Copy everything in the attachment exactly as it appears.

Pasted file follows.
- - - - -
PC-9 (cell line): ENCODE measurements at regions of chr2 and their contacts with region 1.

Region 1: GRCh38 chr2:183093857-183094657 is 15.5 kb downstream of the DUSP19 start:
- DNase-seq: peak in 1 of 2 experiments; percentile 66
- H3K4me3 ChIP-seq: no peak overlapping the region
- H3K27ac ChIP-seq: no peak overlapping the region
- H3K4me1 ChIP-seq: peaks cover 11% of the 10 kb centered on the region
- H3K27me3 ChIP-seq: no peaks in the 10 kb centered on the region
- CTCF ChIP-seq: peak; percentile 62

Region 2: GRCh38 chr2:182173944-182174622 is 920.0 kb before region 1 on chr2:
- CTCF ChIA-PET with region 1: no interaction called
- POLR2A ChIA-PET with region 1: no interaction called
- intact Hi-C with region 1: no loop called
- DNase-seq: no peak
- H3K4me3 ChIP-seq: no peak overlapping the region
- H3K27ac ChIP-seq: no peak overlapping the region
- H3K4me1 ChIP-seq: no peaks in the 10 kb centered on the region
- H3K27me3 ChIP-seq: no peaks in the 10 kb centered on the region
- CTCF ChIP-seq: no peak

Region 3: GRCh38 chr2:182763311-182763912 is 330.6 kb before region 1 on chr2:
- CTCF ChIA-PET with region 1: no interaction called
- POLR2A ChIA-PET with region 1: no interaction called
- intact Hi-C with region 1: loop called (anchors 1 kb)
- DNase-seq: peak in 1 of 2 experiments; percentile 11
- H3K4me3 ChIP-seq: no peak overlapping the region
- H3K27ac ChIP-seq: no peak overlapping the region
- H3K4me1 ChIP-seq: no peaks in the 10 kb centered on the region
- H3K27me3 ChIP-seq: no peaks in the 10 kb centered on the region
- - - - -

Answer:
PC-9 (cell line): ENCODE measurements at regions of chr2 and their contacts with region 1.

Region 1: GRCh38 chr2:183093857-183094657 is 15.5 kb downstream of the DUSP19 start:
- DNase-seq: peak in 1 of 2 experiments; percentile 66
- H3K4me3 ChIP-seq: no peak overlapping the region
- H3K27ac ChIP-seq: no peak overlapping the region
- H3K4me1 ChIP-seq: peaks cover 11% of the 10 kb centered on the region
- H3K27me3 ChIP-seq: no peaks in the 10 kb centered on the region
- CTCF ChIP-seq: peak; percentile 62

Region 2: GRCh38 chr2:182173944-182174622 is 920.0 kb before region 1 on chr2:
- CTCF ChIA-PET with region 1: no interaction called
- POLR2A ChIA-PET with region 1: no interaction called
- intact Hi-C with region 1: no loop called
- DNase-seq: no peak
- H3K4me3 ChIP-seq: no peak overlapping the region
- H3K27ac ChIP-seq: no peak overlapping the region
- H3K4me1 ChIP-seq: no peaks in the 10 kb centered on the region
- H3K27me3 ChIP-seq: no peaks in the 10 kb centered on the region
- CTCF ChIP-seq: no peak

Region 3: GRCh38 chr2:182763311-182763912 is 330.6 kb before region 1 on chr2:
- CTCF ChIA-PET with region 1: no interaction called
- POLR2A ChIA-PET with region 1: no interaction called
- intact Hi-C with region 1: loop called (anchors 1 kb)
- DNase-seq: peak in 1 of 2 experiments; percentile 11
- H3K4me3 ChIP-seq: no peak overlapping the region
- H3K27ac ChIP-seq: no peak overlapping the region
- H3K4me1 ChIP-seq: no peaks in the 10 kb centered on the region
- H3K27me3 ChIP-seq: no peaks in the 10 kb centered on the region